The Columbia Basin Trust announced $440,000 in funding for 10 projects with a focus on food recovery last week.

“Communities told us that making essentials like nutritious food more affordable and accessible is a priority for improving well-being in our region,” says Aimee Ambrosone, Director, Delivery of Benefits at Columbia Basin Trust in their medea release. “Food recovery is one way that we can meet the needs of children and families, while also helping to reduce food waste and loss.”

The West Kootenay Permaculture Co-op Association has received $89,000 in support from Trust to distribute locally produced food to low income families.

Manager in the Delivery of benefits Hannah Holden says Silverton, Nelson, Castlegar, New Denver and the Slocan Valley will upgrade food recovery technology and infrastructure and teach about food preparation, preservation and storage. She says the Salmo Community Resource Society will also be improving existing classes.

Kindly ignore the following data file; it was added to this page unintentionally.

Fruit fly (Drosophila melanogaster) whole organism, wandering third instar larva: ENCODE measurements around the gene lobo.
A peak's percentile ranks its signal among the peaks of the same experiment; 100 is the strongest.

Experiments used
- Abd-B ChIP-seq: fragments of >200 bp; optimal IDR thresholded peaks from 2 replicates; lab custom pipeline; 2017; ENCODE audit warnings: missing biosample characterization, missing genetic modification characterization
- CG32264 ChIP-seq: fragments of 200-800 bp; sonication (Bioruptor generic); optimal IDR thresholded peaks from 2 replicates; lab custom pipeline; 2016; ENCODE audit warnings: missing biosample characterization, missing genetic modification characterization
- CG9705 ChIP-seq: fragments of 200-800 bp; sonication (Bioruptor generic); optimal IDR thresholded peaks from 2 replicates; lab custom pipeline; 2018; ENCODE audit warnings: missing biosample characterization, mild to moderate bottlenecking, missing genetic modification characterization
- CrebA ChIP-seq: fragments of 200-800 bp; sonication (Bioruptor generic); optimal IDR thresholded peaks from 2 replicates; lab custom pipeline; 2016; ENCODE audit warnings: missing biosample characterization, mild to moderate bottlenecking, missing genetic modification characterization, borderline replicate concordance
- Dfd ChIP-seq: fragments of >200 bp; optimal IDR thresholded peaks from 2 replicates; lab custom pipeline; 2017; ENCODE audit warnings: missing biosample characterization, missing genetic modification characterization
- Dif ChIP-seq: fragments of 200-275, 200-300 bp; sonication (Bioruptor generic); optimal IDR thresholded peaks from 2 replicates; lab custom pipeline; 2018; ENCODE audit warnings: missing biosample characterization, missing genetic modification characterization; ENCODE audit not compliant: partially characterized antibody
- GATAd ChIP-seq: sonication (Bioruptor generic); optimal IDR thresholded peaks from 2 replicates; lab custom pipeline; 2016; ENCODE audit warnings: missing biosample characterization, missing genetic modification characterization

“They’re going to expand existing efforts in of their current program by offering workshops for community members on food preservation, food processes like canning and dehydration.”

Creston will see two projects in the Valley with a combined value of $100,000 including a commercial dehydrator and other equipment though Fields Forward.

Holden says cherries that would otherwise see the landfill will be processed.

“They will be making juice and mash. Turning those cherries into products like fruit leather, cherry powder and juice.”

The very same cherry products will be locally distributed in partnership with Creston Valley Food Action Coalition as well as the aforementioned West Kootenay Permaculture Co-op Association. They will also facilitate a series of cooking classes for families using gleaned and donated ingredients.